March 31, 2003
House Republicans Introduce Bill to Reauthorize IDEA—URGENT Action Needed
On March 19th, House Republicans introduced H.R.1350 -- the Improving Education Results for Children with Disabilities Act of 2003 – a federal bill to reauthorize the Individuals with Disabilities Education Act (IDEA – the special education law). House Republicans drafted the bill to focus on reducing the IDEA paperwork burden for teachers, reducing the number of children wrongly identified for special education, and strengthening the accountability and results for students. NAMI is deeply concerned with many of the provisions in H.R. 1350. The bill threatens to erode critically important protections that currently exist in IDEA and are necessary to ensure that students with mental illnesses receive an appropriate education.
For the many NAMI families and advocates who are familiar with IDEA, many of whom have children receiving special education services, the reauthorization of IDEA is critically important. NAMI families know all too well the challenges and barriers that families with a child with a mental illness face in securing appropriate services and supports in our nation's schools.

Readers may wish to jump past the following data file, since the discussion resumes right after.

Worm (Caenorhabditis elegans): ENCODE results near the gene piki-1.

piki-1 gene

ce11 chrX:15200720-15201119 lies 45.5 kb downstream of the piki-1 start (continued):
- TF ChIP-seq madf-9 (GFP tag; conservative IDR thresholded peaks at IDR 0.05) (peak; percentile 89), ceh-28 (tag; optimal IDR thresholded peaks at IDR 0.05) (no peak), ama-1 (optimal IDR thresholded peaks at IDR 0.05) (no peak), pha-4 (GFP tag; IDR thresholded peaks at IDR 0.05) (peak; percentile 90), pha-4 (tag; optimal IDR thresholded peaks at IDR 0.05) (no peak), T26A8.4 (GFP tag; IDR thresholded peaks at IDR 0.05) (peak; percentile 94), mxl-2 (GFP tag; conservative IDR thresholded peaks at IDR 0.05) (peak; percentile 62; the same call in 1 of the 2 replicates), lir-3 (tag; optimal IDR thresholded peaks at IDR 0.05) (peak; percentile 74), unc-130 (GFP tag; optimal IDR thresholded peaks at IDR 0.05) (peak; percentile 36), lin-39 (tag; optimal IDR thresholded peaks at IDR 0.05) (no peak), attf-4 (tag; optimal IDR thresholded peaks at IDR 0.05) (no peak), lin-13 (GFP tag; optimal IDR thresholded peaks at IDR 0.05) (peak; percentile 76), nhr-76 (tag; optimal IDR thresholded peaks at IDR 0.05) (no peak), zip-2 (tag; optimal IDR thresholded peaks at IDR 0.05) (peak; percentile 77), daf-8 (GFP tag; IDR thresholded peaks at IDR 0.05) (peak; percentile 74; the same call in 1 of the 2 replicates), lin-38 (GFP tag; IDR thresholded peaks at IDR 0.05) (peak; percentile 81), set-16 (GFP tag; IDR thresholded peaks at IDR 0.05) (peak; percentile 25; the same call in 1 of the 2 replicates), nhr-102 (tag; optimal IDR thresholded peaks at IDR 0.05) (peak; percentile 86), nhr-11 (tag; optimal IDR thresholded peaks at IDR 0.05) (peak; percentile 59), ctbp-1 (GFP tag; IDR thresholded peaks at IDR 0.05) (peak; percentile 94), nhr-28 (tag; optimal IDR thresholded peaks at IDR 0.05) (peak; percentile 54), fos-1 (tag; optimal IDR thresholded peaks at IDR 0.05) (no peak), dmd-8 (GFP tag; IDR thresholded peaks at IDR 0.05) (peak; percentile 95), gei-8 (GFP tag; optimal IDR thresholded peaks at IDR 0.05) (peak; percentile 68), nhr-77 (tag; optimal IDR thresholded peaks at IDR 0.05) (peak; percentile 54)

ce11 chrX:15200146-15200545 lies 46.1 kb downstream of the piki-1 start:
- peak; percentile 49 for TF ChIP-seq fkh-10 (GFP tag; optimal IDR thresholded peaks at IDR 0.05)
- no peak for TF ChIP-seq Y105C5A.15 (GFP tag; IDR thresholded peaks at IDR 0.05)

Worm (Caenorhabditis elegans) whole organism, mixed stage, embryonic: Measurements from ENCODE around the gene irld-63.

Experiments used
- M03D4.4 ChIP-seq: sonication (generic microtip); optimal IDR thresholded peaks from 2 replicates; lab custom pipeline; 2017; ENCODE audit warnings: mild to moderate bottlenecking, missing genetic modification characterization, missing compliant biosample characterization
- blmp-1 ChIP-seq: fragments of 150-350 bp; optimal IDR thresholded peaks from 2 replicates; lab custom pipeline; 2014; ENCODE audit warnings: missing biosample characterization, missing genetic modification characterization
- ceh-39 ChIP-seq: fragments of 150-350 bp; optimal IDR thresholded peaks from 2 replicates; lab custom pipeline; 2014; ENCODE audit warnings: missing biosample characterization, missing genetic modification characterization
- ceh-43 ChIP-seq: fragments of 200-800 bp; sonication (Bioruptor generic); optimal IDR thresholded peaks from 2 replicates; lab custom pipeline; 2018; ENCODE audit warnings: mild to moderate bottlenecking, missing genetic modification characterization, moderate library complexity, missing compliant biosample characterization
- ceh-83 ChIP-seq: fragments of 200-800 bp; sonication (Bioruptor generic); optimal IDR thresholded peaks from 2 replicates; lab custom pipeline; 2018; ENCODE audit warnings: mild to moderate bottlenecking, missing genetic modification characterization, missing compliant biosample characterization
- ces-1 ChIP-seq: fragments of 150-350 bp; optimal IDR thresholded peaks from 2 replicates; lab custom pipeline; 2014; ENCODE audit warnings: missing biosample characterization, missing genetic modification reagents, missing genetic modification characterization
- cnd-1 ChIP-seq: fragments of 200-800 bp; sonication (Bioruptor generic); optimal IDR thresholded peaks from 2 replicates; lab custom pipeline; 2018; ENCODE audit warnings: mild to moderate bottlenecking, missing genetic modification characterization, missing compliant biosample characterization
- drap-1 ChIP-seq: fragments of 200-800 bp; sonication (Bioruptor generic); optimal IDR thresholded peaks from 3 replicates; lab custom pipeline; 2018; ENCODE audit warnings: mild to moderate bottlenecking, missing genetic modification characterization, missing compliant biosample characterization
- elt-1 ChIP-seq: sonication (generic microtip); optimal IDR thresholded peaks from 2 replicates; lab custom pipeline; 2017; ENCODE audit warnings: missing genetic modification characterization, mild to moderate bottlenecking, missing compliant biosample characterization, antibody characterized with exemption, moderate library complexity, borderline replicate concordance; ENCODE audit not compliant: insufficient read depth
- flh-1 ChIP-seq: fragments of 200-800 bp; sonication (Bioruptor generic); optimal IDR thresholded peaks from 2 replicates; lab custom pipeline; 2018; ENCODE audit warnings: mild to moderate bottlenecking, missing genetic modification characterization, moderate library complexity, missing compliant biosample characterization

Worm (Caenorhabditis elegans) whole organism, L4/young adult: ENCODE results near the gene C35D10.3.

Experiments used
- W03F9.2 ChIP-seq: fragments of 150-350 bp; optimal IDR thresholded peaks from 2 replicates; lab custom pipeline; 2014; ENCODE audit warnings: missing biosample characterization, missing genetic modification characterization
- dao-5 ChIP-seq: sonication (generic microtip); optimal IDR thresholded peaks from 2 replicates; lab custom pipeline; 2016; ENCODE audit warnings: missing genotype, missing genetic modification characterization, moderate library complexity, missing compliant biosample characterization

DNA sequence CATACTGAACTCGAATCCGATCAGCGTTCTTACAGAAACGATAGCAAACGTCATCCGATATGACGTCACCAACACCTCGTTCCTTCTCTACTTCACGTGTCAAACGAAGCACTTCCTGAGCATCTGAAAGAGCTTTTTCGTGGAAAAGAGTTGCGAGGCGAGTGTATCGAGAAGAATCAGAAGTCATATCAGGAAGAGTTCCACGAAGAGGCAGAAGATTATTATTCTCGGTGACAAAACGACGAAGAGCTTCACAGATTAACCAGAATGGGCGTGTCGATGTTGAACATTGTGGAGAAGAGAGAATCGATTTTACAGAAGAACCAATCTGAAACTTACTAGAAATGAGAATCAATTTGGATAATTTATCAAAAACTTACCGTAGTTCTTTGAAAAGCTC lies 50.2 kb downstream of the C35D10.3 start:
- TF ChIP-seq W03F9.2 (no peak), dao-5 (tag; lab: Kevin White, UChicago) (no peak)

NAMI has serious concerns about the adverse impact that many of the provisions in H.R. 1350 will have on students with mental illnesses and their families and opposes the following procedures and provisions:
- Timing – The House Education and Workforce Committee introduced this 282-page bill on March 19th and the Subcommittee on Education Reform has scheduled a mark-up of the bill for Wednesday, April 2nd. The Committee is not holding public hearings to provide families with an opportunity to provide input on this legislation that would dramatically change the special education law. Instead, the committee is moving this lengthy and complex bill quickly and without providing families and advocates with adequate time to weigh in on the potential adverse impact that this bill will have on their children.
- Funding – The bill fails to ensure that the federal government will provide full funding for IDEA through the reauthorization or the 40% of federal funds that the Administration and House Republicans promised last year and that Congress promised when the special education law was written.